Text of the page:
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Existentially Quantified Variables (bNodes) in RDF-like-languages

From: Sandro Hawke <sandro@w3.org>
Date: Thu, 04 Apr 2002 12:52:15 -0500
Message-Id: <200204041752.g34HqFk22566@wadimousa.hawke.org>
To: www-rdf-logic@w3.org
This is an old issue.  Pat Hayes explained very nicely a year ago [1] that
RDF M&S has always had existentially-quantified variables (in the subject
role), and to take them out would be a change.  Many others (including myself
at the time) supported this position, including the RDF Core WG.  Some
agreed that's what M&S said, others simply thought existentials would
be good to have.

But I want to revisit the question more fundamentally.  What good are
existentially quantified variables in a language like RDF? [2] Why would we
possibly want them?  I no longer know a good reason.

Here are four reasons I have heard for them, and my counter-arguments.

Reason 1:  Because people often express themselves without giving URIs for
           things.  Using pronouns like "something" feels like a very natural
           and comfortable way to communicate. 

	   Response: While we may not explicitely have names for things, the
	   ability of natural language to "go meta" means you can always talk
	   about "the thing you meant when you said '...'".   So we can still
	   identify the denotations of terms used in conversations, even if no
	   explicit identification was given at the time.   

	   Alternatively, who cares.  This is a formal system, and any appeals to
	   human qualities are likely to be misleading anyway.

Reason 2:  We were getting a lot of noisy URIs in our knowledge bases.

	   Response: This isn't really a model-theory issue.  A
	   best-practices approach might be to suggest that urn:uuid's be
	   used for any identifiers which are both not meant for humans and
	   not tied to any on-the-web knowledge base.  User interfaces
	   shouldn't be showing URIs anyway, but they could hide these even
	   more.

	   Another approach is to have meta-data, with triples saying that
	   the URI "urn:uuid:57c259ca-47ed-11d6-8002-0050ba4812a6" is not
	   meant for humans, or something.   (Note that such an assertion
	   must be about the above string, not the object denoted by that
	   string.   That object may be denoted by many URIs, some of which
	   are prettier than others.)

Reason 3:  Because we can use existential variables for querying RDF.
           (Pat suggests this in [1].  It was my reason a year ago.)

           Response: I've seen a lot of RDF query languages now, and this
           approach is not being used.  In my own query language designs,
           I've found them unsatisfactory.

Reason 4:  One should be able to commit to a statement like "Someone on E-Bay
           is selling a signed copy of 'Weaving the Web'."  That statement is
           different from "Someone on E-Bay is selling the signed copy of 'Weaving
           the Web' which has the URI http://example.com/copy7".  The second
           one entails the first, of course.

	   Response: Why do you want to make the first statement?  What bad
	   thing will happen if you call it
	   <urn:uuid:57c259ca-47ed-11d6-8002-0050ba4812a6> ?

	   Are you worried that someone else will say something about
	   <urn:uuid:57c259ca-47ed-11d6-8002-0050ba4812a6>?  Like "it's
	   missing page 7?"  But they could do that anyway (with existentials)
	   by using various more-expressive ontologies, perhaps talking about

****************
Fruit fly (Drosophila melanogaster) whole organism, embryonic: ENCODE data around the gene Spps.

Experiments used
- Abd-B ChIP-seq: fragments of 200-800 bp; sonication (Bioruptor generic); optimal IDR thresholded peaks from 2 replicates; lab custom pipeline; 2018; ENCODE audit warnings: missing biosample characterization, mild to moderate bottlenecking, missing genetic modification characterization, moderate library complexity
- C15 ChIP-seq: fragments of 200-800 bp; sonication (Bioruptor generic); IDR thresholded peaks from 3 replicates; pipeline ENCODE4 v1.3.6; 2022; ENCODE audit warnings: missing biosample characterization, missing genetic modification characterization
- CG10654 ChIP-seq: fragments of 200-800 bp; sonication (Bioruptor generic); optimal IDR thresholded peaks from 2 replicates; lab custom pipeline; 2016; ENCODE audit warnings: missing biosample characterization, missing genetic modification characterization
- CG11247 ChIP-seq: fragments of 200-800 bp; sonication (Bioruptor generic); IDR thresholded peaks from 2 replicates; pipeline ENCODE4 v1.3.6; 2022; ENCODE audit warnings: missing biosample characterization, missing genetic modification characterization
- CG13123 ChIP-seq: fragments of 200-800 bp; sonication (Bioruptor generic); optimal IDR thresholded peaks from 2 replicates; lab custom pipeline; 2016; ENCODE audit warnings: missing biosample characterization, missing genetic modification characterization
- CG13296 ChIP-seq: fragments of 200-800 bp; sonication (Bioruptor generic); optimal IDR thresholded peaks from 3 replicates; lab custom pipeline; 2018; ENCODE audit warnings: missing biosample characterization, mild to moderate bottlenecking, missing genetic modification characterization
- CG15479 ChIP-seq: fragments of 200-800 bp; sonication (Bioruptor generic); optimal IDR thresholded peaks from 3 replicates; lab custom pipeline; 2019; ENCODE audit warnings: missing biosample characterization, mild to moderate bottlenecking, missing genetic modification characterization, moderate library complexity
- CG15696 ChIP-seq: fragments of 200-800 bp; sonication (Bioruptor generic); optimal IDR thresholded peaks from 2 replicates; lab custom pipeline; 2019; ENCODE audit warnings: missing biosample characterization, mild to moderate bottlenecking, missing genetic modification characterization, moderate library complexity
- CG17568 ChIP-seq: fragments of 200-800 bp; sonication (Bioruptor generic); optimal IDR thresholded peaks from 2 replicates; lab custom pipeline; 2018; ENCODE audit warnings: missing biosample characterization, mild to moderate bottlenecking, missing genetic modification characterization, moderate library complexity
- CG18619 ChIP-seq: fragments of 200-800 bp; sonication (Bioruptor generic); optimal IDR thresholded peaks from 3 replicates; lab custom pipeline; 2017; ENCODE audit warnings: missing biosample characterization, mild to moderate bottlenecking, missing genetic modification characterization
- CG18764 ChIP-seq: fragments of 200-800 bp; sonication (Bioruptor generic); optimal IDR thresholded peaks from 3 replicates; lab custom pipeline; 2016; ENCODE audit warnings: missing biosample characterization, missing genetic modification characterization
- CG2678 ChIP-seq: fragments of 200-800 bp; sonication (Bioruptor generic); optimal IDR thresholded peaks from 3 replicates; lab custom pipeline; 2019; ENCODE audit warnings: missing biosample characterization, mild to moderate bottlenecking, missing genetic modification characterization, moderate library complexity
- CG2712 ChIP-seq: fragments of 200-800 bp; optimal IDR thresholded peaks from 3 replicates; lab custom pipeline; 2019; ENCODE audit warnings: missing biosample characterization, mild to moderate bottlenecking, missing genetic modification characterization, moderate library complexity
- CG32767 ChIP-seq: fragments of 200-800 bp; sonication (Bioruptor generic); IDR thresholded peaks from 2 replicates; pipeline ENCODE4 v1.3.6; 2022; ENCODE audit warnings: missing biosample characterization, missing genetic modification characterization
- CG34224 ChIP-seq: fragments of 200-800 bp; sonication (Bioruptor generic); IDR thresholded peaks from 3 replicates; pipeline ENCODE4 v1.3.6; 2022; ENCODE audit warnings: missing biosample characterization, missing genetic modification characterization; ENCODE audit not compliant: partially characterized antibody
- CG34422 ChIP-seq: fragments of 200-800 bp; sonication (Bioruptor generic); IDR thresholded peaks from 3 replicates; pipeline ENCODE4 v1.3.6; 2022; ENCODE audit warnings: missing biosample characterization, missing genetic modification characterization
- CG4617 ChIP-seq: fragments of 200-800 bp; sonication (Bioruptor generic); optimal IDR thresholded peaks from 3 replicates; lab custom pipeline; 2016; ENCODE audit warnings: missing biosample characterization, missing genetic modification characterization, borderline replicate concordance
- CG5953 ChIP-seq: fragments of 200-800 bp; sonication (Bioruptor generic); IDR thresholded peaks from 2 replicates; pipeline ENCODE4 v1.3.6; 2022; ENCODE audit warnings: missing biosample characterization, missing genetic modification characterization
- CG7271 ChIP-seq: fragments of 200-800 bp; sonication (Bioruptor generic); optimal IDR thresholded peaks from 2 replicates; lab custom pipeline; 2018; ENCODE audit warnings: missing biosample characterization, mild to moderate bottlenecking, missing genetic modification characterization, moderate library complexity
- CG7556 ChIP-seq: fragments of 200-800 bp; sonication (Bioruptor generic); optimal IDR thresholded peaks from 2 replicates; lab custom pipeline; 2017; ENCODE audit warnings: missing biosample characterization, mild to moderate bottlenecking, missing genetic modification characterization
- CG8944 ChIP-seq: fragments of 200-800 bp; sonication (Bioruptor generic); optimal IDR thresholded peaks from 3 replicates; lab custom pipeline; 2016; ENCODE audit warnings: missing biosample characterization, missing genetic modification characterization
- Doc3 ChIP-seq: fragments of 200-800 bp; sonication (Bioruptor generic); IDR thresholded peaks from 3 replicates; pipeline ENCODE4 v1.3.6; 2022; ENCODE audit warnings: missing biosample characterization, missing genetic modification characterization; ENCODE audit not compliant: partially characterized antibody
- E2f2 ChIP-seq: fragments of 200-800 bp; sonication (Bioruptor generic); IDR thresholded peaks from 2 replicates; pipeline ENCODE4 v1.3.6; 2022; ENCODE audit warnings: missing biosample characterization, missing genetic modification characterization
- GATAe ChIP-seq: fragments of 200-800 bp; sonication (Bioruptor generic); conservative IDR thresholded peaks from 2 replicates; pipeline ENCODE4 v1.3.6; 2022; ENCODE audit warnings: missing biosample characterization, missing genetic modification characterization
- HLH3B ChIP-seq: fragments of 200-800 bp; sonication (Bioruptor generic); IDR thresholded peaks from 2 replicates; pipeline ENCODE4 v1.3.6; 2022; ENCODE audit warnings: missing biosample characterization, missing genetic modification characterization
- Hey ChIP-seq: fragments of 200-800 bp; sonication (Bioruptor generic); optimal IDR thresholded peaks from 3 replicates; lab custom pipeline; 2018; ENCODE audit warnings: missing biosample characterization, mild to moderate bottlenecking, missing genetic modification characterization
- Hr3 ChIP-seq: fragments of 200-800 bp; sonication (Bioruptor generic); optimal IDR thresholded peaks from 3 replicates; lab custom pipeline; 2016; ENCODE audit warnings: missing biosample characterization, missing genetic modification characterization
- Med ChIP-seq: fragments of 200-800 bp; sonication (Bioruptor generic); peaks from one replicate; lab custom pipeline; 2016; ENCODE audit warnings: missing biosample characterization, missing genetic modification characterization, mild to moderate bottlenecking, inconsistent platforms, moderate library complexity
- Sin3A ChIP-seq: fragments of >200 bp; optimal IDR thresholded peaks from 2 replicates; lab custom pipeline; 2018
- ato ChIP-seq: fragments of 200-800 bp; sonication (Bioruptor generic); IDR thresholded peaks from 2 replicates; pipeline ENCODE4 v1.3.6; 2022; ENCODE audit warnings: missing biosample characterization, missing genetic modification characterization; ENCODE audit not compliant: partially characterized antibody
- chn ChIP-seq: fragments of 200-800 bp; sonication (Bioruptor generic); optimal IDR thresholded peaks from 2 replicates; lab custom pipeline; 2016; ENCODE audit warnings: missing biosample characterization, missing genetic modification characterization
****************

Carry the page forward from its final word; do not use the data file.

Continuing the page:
all the books on E-Bay, or talking about the terms in your
	   original statement.

	   When you used a URI for E-Bay, were you committing to any
           facts?  Which ones?     I think that's the real issue here.  

	   I think a URI enables a client to learn more about a thing,
	   but the use of a URI in one document cannot be taken to
	   mean that someone asserting the document believes any facts
	   outside the document.   

	   ... but then how do you know what was meant?  If I write
	   you a check for $100, how do you know if I meant $US or
	   $Canadian?  The fuzzy vision of the Semantic Web involves
	   the meaning of URIs being established by some kind of
	   consensus reality, I think.  But how does one commit to a
	   statement in such fuzzy terms?   

	   Anyway, maybe existentials will be useful as being free
	   from consensus reality issues, but I don't see how.  I want
	   to see the argument you present to a judge when you're
	   suing someone for breech-of-RDF-assertion.  Maybe it comes
	   down to the natural-language comments in the ontology.  Do
	   you need to explicitely commit to an ontology, or just use
	   terms from it.  What if two ontologies exist with the same
	   URIs?  Which one are you committing to?  I think the only
	   solid ground is to explicitely import facts (including
	   natural-language documentation) from some URI, giving a
	   secure hash of the contents if you're worried it might
	   change.   (but that's not the way RDF is being used today...) 

The reason to leave them out is that they complicate things.   

Its worth noting, too, that if you really want to make an existential
statement, you can do it in some higher-layer logic language.  Of course, it
wont be understood by as wide an audience.  But that brings us back to
original question: why would you want someone to understand it?

    -- sandro


[1] http://lists.w3.org/Archives/Public/w3c-rdfcore-wg/2002Apr/0014.html
[2] I don't want to get too into what a language-like-RDF might mean, so
    let's just say RDF/XML without anonymous resources, or N-Triples without
    namedNodes, and hope that gets the point across.
Received on Thursday, 4 April 2002 12:53:39 GMT

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